In at least 40 other countries — including Belgium, France, Germany, Italy and Spain — credit reporting can be done by a public credit registry. It is usually operated by a central bank that already oversees the financial institutions that feed information into the reports. These reports tend to be more accurate because the operators have a legal right to demand data from banks as well as a mandate to ensure it’s correct and that errors are fixed. Data on late payments and defaults are erased once a consumer has settled up.
Many of these public registries leave out things like medical debt, tax information and personal details like marital status, focusing only on loan amounts. Only about 40 percent of registries collect consumers’ addresses, and two-thirds collect taxpayer IDs — the kind of information leaked in the Equifax breach.
Get Rid of Equifax https://nyti.ms/2jK5SAF
You saw this one coming right?
The Amazon Echo is a perfect way for the government to spy on citizens. Sure, Amazon rejects requests for the data but that doesn’t obviate the two big issues here.
The first is that the audio and data are recorded and kept. If it’s stored, even briefly, then hackers can get it. Especially state actors. The courts may yet force companies to give it up.
The second and larger issue is that we don’t have laws protecting the privacy of our data. We need regulations that keep up with changing technology. We need rules that favor citizens, not companies, and certainly not governements.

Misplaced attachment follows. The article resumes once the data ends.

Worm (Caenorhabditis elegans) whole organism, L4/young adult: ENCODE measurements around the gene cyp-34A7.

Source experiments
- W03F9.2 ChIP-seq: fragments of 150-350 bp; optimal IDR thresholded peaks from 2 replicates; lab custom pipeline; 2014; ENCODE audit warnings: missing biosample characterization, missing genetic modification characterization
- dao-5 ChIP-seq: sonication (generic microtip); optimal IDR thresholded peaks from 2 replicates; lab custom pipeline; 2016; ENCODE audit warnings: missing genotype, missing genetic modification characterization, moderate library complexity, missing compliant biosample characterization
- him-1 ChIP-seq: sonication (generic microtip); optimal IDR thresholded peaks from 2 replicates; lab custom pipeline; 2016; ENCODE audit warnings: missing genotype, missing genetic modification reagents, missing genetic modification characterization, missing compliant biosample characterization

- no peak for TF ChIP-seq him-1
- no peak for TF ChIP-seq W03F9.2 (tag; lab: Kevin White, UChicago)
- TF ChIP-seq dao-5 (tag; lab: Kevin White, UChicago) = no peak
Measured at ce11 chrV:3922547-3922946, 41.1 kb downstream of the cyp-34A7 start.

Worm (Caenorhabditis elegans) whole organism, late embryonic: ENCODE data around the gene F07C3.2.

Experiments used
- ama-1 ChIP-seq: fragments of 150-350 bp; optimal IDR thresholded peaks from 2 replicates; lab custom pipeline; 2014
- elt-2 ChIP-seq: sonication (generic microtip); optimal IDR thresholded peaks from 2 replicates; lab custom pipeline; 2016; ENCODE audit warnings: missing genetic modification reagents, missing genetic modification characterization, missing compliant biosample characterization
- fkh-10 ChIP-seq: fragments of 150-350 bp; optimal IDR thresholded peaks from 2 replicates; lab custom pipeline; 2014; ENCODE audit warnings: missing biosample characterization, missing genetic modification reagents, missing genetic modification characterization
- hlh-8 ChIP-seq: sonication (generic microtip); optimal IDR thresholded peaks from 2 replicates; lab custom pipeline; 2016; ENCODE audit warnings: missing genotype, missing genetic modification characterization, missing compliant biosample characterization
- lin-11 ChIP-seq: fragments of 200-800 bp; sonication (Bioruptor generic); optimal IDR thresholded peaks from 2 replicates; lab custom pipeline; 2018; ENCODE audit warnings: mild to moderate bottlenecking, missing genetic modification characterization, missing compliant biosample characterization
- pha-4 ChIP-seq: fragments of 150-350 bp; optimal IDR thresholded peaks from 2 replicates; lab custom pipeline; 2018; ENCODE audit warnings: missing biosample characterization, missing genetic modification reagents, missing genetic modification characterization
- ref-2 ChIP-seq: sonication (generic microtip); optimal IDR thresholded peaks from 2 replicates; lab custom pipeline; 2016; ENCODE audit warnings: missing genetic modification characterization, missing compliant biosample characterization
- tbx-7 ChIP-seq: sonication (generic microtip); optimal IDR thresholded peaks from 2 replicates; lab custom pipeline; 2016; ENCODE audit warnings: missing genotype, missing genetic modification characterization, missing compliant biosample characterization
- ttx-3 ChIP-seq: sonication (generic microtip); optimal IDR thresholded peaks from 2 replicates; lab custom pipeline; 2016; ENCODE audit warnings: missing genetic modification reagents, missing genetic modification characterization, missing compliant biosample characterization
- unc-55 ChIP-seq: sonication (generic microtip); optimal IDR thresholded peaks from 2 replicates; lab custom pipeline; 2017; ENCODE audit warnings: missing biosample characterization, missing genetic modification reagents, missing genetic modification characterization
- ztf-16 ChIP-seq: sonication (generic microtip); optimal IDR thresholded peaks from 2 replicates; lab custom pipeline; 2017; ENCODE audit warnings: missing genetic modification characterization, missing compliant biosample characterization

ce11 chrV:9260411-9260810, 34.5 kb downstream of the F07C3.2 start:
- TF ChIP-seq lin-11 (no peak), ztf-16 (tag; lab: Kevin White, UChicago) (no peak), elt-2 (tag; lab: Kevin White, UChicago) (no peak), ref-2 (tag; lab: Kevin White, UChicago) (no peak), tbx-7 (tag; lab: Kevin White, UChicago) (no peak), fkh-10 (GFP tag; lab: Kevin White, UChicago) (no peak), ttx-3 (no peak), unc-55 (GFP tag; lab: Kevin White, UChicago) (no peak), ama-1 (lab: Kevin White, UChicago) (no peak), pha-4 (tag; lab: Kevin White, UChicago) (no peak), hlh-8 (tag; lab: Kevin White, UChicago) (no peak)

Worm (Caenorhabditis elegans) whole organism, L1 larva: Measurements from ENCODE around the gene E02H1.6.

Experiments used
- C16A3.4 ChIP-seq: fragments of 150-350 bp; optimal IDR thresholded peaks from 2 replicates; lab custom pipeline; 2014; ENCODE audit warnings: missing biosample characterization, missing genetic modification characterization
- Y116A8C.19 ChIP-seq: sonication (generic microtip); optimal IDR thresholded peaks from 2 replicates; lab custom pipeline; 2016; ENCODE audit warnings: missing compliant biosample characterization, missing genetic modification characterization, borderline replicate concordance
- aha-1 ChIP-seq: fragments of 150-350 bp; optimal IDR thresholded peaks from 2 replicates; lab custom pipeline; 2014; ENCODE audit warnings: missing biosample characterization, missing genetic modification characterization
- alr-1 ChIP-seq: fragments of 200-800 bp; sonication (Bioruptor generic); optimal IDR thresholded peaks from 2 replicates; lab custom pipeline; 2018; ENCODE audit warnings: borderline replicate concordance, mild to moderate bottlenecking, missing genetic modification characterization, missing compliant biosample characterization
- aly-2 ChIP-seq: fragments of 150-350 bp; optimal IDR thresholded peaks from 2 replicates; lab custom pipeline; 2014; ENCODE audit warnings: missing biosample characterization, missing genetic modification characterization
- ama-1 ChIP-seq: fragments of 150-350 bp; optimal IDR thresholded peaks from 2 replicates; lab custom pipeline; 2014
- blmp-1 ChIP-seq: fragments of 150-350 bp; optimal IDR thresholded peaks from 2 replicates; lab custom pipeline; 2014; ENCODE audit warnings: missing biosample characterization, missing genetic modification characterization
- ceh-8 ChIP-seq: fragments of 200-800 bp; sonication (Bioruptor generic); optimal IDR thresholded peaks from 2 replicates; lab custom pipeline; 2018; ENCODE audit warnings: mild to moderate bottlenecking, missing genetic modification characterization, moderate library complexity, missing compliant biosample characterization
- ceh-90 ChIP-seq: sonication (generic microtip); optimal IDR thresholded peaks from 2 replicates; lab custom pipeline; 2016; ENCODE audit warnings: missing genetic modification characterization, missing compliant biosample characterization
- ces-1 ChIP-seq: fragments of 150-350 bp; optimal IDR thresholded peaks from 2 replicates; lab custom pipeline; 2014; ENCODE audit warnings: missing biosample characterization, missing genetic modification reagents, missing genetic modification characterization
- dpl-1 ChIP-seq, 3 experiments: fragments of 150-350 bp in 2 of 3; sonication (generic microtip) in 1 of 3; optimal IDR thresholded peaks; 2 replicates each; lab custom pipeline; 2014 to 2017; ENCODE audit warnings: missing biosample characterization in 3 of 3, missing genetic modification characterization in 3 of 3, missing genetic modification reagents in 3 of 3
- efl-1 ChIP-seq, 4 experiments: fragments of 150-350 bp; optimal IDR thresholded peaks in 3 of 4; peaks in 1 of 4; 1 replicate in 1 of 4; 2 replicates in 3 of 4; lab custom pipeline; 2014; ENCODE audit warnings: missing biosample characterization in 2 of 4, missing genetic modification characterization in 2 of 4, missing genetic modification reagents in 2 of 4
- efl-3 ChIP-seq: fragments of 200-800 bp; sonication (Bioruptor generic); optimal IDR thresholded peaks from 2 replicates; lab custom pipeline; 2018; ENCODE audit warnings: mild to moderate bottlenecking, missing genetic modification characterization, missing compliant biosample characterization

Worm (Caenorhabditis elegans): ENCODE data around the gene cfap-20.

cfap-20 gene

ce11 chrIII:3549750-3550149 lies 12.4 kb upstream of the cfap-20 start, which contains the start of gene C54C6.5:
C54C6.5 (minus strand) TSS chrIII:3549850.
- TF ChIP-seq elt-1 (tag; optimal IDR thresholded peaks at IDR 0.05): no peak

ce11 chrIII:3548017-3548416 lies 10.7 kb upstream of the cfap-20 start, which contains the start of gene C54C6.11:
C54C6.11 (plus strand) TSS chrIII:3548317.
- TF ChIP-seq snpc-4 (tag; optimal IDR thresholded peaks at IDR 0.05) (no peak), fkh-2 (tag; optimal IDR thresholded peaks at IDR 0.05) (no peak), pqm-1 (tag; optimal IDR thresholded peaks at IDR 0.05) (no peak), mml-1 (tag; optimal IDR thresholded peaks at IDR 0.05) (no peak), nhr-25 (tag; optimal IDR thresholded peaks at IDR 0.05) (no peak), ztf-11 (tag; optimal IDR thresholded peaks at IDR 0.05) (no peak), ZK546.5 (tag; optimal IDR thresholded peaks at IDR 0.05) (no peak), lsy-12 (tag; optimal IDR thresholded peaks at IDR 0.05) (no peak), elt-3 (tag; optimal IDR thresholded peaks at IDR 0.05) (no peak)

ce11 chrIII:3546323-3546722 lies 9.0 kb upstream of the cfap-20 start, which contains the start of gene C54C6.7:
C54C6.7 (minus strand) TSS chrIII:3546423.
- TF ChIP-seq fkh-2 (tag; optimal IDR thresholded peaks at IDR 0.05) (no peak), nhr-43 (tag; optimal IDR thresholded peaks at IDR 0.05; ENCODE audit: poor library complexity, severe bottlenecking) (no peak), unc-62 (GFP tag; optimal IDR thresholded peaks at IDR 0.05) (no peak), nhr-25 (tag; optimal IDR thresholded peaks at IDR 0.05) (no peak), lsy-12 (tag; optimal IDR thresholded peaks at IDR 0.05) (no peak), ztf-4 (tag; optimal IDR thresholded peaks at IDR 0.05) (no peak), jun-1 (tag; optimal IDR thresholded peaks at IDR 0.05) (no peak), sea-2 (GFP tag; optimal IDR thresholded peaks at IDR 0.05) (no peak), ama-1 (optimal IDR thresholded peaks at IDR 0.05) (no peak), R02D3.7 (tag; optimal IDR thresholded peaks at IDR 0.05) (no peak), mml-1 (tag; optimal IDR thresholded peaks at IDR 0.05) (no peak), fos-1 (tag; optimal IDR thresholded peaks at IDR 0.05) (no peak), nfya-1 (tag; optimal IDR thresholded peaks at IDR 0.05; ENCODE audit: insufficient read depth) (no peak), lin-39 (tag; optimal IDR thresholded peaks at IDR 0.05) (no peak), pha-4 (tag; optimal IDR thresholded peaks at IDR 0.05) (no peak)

Bid for Access to Amazon Echo Audio in Murder Case Raises Privacy Concerns http://nyti.ms/2huPxwl
Whether it’s fake or false or even just a misleading headline, Facebook and other social media are bad news sources for people. Good for profit, but bad for people.
Facebook-as-news-source is inherently broken
Algorithms which select news you will ‘like’ are not the best sources for news.
If you are the kind of person who is inclined to like Donald Trump but also who is inclined to like the pope, the stories that you need to see are the psychologically difficult ones that pick at the tension between your identity as a Republican partisan and your identity as a Catholic.
A news diet overwhelmingly driven by shareability and algorithmic targeting is going to be profoundly misleading whether or not it contains fake news.
Facebook’s fake news problem is way bigger than fake news
The media problem is bigger than just fake news. ‘News’ is no longer always subject to journalistic standards, especially when breaking news spreads through social media. Without journalistic rigor info becomes news and the info may not be correct. Once it’s out there circulating and recirculating the typical reader/viewer’s ability to discern truth from falsehood plummets. Under these circumstances it doesn’t matter if the info was incorrect or if it was intentionally falsified.
At some point in the telephone chain, the story goes from accurate to inaccurate. And the method is the same as the fake news method — maximum outrage, maximum engagement, minimum concern for context and accuracy.
Facebook’s fake news problem is way bigger than fake news